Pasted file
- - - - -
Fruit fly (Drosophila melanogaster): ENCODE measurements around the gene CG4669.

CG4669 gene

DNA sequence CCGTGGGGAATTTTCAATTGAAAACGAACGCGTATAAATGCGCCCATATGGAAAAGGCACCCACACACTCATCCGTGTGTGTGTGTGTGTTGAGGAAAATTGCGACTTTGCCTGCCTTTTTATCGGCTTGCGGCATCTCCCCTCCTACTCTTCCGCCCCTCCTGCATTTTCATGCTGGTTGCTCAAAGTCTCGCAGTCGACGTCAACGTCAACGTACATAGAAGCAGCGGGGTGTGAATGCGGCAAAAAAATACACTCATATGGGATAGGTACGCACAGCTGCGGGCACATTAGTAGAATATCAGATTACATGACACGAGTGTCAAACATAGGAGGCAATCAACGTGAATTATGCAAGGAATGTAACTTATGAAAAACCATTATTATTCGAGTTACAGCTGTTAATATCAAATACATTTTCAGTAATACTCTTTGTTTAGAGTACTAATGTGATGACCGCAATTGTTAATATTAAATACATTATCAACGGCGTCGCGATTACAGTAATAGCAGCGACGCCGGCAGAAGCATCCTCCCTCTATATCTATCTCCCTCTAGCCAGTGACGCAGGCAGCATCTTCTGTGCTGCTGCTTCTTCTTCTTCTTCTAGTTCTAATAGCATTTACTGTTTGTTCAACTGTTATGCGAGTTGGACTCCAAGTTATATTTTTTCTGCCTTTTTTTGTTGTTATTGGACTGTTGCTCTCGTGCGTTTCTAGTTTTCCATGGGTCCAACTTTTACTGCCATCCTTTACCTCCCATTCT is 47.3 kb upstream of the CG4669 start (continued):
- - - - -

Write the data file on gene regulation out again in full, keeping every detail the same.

Fruit fly (Drosophila melanogaster): ENCODE measurements around the gene CG4669.

CG4669 gene

DNA sequence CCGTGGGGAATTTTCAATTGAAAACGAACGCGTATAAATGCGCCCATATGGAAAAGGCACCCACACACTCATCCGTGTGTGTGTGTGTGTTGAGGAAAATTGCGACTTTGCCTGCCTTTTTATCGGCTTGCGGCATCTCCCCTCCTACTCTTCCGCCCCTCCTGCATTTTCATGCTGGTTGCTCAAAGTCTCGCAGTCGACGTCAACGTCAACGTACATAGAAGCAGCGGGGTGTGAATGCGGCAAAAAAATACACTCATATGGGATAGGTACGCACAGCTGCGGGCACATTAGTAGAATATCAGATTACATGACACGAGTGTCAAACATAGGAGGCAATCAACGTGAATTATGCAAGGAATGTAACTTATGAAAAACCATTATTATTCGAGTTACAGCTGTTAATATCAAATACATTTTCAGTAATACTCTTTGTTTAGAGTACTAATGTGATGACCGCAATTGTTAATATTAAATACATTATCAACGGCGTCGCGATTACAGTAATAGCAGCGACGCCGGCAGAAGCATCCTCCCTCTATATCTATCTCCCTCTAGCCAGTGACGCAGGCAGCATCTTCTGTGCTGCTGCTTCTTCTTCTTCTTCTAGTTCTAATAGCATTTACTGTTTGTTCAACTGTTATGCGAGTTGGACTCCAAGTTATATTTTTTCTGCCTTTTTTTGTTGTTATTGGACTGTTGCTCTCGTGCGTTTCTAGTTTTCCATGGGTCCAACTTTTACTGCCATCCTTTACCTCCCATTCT is 47.3 kb upstream of the CG4669 start (continued):